What six states reveal about the price of 2020 election security
States are taking steps to protect their voting systems from the sort of cyberattacks that marked the 2016 presidential election, but they lack the funds to do all that's needed.
That is the conclusion of a report released Thursday by four groups that monitor voting security or advocate for additional federal intervention to bolster cybersecurity for the political system: the Brennan Center for Justice, R Street Institute, Alliance for Securing Democracy and the University of Pittsburgh.
They sampled what is happening in six states, chosen in part because hacking was attempted in several of them in the past few years. In Illinois, for example, special counsel Robert Mueller's report found that Russian operatives hacked into the state database of registered voters and extracted some data before they were blocked.
One common theme among the states is their hunger for more federal aid to replace aging voting machines.
As the report points out, the states all tapped into the $380 million approved by Congress last year for election security grants to the states — but could have used far more. The House has voted to allocate another $600 million for security grants before November 2020, but the Senate has not yet begun to write the spending bill that might contain similar funding. The delay is knotted up in a much larger debate about the overall size of the federal budget for the coming year.
Here is a look at what has happened so far in the states that were studied:
- Alabama: Using a $6.2 million grant to upgrade its voter registration database, replace computer equipment used by county election officials and conduct post-election audits. Now it needs to replace aging voting equipment and to create a cyber-navigator program to provide expert help to local election officials.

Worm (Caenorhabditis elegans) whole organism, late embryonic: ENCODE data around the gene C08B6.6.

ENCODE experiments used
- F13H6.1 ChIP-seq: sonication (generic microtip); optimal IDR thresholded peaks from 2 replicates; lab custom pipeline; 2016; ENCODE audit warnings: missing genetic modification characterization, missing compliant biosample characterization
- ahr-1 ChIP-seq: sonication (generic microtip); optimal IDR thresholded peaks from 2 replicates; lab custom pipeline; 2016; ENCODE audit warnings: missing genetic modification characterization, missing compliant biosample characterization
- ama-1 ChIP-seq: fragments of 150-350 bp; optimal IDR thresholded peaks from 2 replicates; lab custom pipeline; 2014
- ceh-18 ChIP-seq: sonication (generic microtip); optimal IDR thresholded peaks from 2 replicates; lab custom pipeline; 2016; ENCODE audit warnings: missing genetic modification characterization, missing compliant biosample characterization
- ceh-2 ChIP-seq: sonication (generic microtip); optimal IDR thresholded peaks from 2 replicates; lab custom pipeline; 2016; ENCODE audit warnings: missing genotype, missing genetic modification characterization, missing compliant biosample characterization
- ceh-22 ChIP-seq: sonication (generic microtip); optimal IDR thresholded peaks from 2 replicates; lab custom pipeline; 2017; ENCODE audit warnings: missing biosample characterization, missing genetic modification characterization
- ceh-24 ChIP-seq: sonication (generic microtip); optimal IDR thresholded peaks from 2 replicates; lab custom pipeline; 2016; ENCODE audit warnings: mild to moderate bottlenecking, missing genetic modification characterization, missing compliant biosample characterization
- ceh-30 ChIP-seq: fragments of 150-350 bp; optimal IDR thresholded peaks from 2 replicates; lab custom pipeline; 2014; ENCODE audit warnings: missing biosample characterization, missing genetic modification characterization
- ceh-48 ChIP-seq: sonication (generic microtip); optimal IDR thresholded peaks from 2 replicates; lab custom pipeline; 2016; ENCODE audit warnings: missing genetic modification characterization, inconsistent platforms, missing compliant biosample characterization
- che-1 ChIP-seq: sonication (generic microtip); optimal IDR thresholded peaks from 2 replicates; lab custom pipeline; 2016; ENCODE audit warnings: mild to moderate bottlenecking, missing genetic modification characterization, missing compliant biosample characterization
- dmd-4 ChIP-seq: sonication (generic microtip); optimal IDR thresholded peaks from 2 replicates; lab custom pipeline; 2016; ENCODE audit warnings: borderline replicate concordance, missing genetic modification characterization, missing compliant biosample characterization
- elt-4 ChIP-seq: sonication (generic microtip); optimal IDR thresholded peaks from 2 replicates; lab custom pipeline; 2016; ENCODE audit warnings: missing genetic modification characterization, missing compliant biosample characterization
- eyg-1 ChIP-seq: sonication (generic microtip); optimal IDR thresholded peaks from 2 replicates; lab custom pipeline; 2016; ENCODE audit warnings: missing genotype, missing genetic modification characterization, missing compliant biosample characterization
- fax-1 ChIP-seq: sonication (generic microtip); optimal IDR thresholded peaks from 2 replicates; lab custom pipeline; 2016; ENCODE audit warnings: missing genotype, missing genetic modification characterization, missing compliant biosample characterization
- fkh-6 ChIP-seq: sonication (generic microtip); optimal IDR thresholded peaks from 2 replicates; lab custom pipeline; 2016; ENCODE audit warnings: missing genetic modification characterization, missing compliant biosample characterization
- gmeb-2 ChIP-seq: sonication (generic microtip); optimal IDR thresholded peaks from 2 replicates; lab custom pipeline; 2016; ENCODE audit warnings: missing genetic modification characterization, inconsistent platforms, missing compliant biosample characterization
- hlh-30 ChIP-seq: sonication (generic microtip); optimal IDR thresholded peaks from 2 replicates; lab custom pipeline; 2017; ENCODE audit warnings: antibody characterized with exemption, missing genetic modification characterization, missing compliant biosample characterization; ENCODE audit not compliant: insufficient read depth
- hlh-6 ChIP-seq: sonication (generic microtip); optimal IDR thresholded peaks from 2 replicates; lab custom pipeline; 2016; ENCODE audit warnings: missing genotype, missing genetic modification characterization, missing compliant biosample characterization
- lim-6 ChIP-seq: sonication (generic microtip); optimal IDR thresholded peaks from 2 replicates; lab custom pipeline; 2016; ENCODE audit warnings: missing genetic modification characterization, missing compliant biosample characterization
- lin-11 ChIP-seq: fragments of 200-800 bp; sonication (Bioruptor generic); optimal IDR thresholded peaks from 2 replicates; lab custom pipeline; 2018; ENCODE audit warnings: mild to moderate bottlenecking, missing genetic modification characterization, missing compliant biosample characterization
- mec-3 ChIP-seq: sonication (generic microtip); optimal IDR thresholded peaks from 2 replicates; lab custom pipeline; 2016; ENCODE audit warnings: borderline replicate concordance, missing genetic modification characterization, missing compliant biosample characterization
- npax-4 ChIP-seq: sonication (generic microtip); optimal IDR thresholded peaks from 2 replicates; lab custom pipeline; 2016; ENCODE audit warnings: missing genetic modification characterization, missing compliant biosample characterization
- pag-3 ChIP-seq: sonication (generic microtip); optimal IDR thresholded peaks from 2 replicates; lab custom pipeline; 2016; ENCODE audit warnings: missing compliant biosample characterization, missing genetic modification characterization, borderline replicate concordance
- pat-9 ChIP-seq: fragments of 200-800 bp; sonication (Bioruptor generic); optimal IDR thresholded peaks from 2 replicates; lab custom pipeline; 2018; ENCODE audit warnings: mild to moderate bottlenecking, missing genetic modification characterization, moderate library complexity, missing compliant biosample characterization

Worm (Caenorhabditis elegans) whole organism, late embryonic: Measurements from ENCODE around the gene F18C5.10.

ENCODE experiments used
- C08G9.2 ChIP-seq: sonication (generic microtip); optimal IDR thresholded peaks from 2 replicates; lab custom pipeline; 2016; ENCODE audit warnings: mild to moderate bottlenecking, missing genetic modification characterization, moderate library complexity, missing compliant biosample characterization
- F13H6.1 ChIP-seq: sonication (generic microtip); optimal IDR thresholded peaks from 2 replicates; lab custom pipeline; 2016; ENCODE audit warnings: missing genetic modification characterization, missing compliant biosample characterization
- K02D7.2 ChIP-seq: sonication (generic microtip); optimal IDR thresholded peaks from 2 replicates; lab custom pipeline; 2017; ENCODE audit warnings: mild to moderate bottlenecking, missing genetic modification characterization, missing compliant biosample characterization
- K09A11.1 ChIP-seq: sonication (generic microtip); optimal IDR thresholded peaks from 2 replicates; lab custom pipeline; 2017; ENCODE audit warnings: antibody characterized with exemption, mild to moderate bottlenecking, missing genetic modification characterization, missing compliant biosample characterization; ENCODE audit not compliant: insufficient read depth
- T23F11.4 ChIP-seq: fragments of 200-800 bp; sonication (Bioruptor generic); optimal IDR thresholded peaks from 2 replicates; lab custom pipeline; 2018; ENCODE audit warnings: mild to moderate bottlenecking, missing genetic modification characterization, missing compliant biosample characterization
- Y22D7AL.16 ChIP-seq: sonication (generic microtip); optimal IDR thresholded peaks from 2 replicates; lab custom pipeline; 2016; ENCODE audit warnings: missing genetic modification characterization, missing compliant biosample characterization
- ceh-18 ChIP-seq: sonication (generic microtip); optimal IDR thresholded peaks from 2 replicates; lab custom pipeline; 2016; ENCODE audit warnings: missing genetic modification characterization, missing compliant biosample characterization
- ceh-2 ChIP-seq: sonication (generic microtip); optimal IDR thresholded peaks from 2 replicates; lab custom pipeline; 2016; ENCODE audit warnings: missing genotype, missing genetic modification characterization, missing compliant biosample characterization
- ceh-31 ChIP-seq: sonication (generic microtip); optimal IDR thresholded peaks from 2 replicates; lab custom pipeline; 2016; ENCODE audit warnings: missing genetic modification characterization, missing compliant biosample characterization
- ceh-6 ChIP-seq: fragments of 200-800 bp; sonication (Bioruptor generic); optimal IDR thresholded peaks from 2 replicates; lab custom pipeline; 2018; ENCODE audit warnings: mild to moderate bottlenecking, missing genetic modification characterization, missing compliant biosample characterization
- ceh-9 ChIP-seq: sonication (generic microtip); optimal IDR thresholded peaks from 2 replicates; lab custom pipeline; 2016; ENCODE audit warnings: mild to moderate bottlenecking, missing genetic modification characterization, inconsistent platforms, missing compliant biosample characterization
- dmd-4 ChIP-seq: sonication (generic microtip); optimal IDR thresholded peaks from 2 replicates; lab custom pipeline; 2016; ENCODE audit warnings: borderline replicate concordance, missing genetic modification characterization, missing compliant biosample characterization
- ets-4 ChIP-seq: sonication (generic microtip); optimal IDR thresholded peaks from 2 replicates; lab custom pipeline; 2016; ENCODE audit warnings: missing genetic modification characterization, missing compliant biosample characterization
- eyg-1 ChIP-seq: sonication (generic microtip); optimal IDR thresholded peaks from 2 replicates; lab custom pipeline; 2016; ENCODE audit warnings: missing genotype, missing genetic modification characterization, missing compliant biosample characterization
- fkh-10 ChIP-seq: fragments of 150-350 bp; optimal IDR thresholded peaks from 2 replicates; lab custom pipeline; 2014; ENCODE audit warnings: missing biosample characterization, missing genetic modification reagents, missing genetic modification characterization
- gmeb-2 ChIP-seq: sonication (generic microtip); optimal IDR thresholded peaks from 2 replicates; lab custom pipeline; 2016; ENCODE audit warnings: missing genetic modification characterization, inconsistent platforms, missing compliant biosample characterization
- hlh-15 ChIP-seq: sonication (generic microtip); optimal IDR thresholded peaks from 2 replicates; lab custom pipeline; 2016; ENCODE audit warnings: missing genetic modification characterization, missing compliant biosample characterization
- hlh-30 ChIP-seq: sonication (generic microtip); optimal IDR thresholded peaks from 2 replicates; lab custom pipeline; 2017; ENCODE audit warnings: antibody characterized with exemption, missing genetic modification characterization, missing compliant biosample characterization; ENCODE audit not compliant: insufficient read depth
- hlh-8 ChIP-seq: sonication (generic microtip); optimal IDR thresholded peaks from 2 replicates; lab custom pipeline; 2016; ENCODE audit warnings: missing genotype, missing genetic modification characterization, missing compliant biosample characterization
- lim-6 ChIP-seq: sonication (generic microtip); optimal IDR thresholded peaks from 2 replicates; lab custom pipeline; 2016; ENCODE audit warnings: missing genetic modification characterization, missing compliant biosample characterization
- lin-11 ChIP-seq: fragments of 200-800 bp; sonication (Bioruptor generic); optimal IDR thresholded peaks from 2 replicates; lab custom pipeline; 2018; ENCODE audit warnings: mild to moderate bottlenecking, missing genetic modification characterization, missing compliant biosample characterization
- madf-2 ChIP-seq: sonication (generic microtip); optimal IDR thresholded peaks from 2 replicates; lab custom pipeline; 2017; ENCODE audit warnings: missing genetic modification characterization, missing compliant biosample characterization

- Arizona: Using $7.5 million to replace its voter registration database, conduct a security assessment and establish information sharing with local officials. Now it needs to replace an old voting system and create a cyber-navigator program.
- Illinois: Using $13.2 million to fund a cyber-navigator program. Now it needs to replace old voting systems, estimated to cost $175 million.
- Louisiana: Using $5.9 million to replace paperless voting machines. The state needs more to finish the job.
- Oklahoma: Using $5.5 million to upgrade its voter registration database, conduct training with local election officials and purchase electronic poll books. Now it needs to replace voting equipment and upgrade software allowing post-election audits.
- Pennsylvania: Using $13.5 million to replace paperless voting machines. Now it needs $135 million more to finish that task, plus money to replace its voter registration system.
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California Gov. Gavin Newsom signed into law on Tuesday three democracy reform bills focused on local redistricting, voting access and campaign contributions.
The first piece of legislation prohibits partisan gerrymandering at the local level by establishing criteria for cities and counties to use when adjusting district boundaries. While California is the largest state to use an independent redistricting commission to draw its congressional and state district maps, local districts did not have the same regulations.
More than 22,000 Virginians with felony convictions have regained the right to vote thanks to executive actions taken by Democratic Gov. Ralph Northam since he took office in January 2018, his office announced this week.
In a statement, Northam's office said he has so far restored the civil rights of 22,205 people who had been convicted of felonies and have since completed their sentences. Those civil rights include the right to vote as well as the right to serve on juries, run for public office and become a notary public.
Northam previously announced in February that nearly 11,000 convicted felons had their voting rights restored under his watch.